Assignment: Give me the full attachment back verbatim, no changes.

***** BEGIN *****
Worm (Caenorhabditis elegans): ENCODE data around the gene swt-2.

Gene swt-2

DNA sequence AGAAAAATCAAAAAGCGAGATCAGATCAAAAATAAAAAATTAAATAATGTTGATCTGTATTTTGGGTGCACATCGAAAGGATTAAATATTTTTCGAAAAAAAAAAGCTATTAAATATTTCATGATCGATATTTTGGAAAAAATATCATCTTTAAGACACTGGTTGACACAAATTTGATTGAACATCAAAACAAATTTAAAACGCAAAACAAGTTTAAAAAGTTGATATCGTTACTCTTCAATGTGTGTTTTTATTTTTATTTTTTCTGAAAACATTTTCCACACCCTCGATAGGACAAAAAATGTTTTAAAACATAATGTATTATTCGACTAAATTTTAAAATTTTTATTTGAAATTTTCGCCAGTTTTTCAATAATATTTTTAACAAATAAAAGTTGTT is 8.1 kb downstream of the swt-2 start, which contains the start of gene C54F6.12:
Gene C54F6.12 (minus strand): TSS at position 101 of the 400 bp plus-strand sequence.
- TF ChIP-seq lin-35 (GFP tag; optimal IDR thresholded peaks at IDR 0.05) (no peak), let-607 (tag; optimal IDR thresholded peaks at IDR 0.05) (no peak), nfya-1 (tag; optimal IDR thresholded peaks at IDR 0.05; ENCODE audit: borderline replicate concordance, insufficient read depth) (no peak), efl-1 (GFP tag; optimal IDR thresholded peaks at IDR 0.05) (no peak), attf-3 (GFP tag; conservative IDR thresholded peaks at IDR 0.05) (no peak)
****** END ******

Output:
Worm (Caenorhabditis elegans): ENCODE data around the gene swt-2.

Gene swt-2

DNA sequence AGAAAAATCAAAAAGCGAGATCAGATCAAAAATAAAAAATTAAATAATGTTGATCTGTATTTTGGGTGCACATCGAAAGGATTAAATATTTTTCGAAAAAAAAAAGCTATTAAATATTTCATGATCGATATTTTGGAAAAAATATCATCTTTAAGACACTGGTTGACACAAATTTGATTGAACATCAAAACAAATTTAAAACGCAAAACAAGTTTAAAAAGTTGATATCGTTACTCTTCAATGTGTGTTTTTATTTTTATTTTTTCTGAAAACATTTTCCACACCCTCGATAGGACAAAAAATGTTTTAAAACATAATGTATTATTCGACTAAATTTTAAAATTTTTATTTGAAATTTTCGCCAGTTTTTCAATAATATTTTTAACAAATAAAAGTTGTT is 8.1 kb downstream of the swt-2 start, which contains the start of gene C54F6.12:
Gene C54F6.12 (minus strand): TSS at position 101 of the 400 bp plus-strand sequence.
- TF ChIP-seq lin-35 (GFP tag; optimal IDR thresholded peaks at IDR 0.05) (no peak), let-607 (tag; optimal IDR thresholded peaks at IDR 0.05) (no peak), nfya-1 (tag; optimal IDR thresholded peaks at IDR 0.05; ENCODE audit: borderline replicate concordance, insufficient read depth) (no peak), efl-1 (GFP tag; optimal IDR thresholded peaks at IDR 0.05) (no peak), attf-3 (GFP tag; conservative IDR thresholded peaks at IDR 0.05) (no peak)